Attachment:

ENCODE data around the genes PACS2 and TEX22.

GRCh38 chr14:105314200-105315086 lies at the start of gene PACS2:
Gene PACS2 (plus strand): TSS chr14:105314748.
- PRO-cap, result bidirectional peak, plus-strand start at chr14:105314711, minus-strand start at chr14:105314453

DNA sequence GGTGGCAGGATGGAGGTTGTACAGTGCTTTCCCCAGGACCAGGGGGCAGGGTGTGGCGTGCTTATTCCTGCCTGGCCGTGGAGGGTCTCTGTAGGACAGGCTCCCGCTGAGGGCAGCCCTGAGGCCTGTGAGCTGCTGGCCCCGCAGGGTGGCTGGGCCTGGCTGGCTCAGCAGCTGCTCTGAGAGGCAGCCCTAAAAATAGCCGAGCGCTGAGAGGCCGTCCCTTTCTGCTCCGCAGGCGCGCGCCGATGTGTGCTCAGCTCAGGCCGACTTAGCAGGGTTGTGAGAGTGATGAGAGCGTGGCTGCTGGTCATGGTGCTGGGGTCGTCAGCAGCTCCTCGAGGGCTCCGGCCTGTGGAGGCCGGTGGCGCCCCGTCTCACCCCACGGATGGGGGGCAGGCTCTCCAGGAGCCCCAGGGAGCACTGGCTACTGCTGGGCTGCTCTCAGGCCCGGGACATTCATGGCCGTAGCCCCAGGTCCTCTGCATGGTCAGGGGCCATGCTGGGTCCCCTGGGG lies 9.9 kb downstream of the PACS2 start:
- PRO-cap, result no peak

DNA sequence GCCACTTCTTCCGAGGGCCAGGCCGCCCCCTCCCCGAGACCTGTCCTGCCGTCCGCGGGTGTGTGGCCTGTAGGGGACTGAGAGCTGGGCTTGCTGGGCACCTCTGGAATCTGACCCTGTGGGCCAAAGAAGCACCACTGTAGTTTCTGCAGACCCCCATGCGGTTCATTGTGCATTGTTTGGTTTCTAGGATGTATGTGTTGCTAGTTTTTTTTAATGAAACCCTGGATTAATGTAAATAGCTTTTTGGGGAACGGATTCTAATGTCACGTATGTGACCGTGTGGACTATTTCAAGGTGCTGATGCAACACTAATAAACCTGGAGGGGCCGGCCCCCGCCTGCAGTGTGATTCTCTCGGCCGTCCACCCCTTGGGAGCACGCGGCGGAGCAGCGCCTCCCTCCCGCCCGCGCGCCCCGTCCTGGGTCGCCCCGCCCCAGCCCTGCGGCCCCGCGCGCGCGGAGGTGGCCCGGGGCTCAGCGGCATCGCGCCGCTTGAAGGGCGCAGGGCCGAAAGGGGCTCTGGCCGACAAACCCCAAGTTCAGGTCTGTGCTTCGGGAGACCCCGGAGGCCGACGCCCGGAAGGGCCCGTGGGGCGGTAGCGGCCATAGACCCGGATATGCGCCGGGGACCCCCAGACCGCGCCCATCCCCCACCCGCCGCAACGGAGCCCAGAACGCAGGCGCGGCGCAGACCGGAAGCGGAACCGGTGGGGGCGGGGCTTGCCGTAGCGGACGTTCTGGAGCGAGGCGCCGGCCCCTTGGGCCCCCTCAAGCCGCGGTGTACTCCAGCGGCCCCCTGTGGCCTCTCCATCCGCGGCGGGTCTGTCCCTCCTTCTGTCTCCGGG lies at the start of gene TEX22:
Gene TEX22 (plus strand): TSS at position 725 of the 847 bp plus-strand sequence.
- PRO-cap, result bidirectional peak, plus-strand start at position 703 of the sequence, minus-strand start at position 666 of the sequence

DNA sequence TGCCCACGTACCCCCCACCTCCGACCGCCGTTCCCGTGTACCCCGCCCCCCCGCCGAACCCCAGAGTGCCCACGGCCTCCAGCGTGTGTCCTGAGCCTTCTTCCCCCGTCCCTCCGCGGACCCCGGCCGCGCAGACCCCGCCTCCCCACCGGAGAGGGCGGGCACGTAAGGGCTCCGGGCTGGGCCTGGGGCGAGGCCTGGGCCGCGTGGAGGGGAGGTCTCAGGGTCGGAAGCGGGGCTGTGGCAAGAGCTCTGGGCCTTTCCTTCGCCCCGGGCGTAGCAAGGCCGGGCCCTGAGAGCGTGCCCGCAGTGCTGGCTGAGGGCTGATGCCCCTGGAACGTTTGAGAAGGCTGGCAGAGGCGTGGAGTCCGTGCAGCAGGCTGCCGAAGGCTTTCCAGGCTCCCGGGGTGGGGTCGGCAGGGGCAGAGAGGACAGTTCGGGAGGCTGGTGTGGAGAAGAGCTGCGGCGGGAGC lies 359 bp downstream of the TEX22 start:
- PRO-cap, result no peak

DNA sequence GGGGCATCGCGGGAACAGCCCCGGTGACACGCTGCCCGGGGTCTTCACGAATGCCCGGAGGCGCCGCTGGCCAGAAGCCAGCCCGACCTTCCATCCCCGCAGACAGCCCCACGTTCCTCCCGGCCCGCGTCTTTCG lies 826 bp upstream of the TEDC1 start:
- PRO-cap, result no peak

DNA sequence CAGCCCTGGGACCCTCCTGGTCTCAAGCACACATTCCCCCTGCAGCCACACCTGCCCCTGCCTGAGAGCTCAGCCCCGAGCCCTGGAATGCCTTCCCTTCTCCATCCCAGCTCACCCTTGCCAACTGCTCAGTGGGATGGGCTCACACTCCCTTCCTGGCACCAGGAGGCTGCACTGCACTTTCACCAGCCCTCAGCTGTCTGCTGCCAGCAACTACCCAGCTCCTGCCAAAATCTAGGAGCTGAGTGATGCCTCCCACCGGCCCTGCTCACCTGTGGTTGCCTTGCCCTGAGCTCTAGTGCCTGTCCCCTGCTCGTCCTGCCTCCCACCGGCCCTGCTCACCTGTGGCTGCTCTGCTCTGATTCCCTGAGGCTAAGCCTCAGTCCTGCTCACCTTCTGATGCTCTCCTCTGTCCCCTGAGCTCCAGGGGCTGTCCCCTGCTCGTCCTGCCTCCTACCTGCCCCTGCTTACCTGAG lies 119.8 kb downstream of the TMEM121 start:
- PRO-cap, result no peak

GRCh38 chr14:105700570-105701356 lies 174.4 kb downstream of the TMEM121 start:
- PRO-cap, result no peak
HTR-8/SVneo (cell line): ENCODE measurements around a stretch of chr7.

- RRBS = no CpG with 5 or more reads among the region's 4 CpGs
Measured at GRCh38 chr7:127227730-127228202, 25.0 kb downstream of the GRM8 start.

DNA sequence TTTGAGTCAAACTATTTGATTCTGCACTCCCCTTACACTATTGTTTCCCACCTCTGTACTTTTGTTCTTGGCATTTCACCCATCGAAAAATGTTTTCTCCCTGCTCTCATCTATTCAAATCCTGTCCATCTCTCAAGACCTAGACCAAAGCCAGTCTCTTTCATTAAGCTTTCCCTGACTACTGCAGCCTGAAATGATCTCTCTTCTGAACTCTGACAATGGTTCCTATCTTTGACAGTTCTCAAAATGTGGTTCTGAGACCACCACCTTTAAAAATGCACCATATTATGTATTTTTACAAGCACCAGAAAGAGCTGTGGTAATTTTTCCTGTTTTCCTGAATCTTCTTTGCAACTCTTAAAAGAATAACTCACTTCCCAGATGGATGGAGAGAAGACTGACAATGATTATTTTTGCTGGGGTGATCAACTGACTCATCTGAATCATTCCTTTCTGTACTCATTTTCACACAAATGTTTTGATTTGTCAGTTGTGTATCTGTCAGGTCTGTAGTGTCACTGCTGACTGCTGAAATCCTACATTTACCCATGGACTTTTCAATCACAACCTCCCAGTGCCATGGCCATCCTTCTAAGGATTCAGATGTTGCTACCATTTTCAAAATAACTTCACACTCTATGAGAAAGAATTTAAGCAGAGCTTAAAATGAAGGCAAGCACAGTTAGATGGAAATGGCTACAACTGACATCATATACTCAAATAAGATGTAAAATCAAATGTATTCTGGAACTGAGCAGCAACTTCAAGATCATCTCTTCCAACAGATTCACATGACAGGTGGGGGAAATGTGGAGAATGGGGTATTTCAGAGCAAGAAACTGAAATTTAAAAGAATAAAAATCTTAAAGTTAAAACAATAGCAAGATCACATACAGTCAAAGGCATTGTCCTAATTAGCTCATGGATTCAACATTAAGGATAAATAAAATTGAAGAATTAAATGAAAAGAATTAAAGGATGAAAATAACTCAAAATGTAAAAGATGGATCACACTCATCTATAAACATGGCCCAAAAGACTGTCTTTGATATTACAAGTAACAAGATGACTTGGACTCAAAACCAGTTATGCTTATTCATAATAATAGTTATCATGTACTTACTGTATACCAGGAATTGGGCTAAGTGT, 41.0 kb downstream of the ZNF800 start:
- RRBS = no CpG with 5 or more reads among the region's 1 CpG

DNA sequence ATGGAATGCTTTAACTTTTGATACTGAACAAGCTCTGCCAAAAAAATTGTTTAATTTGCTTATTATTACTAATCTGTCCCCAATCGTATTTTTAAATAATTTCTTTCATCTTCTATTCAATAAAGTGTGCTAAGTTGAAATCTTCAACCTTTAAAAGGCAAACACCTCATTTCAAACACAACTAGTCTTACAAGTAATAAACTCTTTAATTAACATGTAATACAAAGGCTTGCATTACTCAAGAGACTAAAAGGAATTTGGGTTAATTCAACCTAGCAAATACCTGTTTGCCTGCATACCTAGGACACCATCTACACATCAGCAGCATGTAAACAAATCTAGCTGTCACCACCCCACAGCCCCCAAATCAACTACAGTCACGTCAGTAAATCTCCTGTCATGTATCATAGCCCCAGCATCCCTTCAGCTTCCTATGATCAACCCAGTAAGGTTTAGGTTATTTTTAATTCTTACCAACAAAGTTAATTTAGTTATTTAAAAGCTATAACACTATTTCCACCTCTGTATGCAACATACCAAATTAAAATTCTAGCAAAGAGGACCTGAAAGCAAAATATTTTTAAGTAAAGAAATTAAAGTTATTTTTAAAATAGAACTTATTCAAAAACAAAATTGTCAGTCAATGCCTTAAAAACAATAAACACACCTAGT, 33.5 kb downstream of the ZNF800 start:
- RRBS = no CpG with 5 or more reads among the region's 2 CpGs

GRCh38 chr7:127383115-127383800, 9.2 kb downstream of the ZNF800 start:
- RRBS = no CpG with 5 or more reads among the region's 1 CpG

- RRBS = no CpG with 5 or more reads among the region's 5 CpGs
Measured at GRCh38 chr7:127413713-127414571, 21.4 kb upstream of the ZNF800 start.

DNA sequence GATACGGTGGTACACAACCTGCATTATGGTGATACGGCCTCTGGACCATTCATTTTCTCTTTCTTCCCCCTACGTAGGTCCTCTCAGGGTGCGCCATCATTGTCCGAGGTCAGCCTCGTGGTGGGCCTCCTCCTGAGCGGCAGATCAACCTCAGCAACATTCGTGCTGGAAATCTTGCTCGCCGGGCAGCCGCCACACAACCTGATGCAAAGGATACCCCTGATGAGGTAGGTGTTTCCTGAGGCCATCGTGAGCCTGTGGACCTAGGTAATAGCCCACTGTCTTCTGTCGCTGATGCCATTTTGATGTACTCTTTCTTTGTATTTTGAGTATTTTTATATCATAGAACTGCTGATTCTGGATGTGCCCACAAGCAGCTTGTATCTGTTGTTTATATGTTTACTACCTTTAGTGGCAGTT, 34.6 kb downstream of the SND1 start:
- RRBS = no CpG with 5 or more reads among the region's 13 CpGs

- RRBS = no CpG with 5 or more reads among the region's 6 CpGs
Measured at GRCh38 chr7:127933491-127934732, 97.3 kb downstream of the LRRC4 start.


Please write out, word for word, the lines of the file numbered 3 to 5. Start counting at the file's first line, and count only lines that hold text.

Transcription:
Gene PACS2 (plus strand): TSS chr14:105314748.
- PRO-cap, result bidirectional peak, plus-strand start at chr14:105314711, minus-strand start at chr14:105314453

DNA sequence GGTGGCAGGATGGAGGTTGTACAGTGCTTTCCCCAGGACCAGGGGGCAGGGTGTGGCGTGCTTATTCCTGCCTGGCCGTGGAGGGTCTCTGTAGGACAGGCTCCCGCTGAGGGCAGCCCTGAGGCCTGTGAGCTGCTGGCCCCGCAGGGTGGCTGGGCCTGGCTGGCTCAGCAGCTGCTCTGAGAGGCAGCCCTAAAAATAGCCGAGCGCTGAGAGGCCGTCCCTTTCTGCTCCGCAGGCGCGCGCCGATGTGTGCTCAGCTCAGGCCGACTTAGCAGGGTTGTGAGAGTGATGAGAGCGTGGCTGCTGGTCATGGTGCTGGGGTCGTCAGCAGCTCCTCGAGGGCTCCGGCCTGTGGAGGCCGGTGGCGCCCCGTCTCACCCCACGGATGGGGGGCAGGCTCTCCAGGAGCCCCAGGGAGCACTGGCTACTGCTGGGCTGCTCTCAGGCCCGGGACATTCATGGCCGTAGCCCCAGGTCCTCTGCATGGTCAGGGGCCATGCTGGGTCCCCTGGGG lies 9.9 kb downstream of the PACS2 start: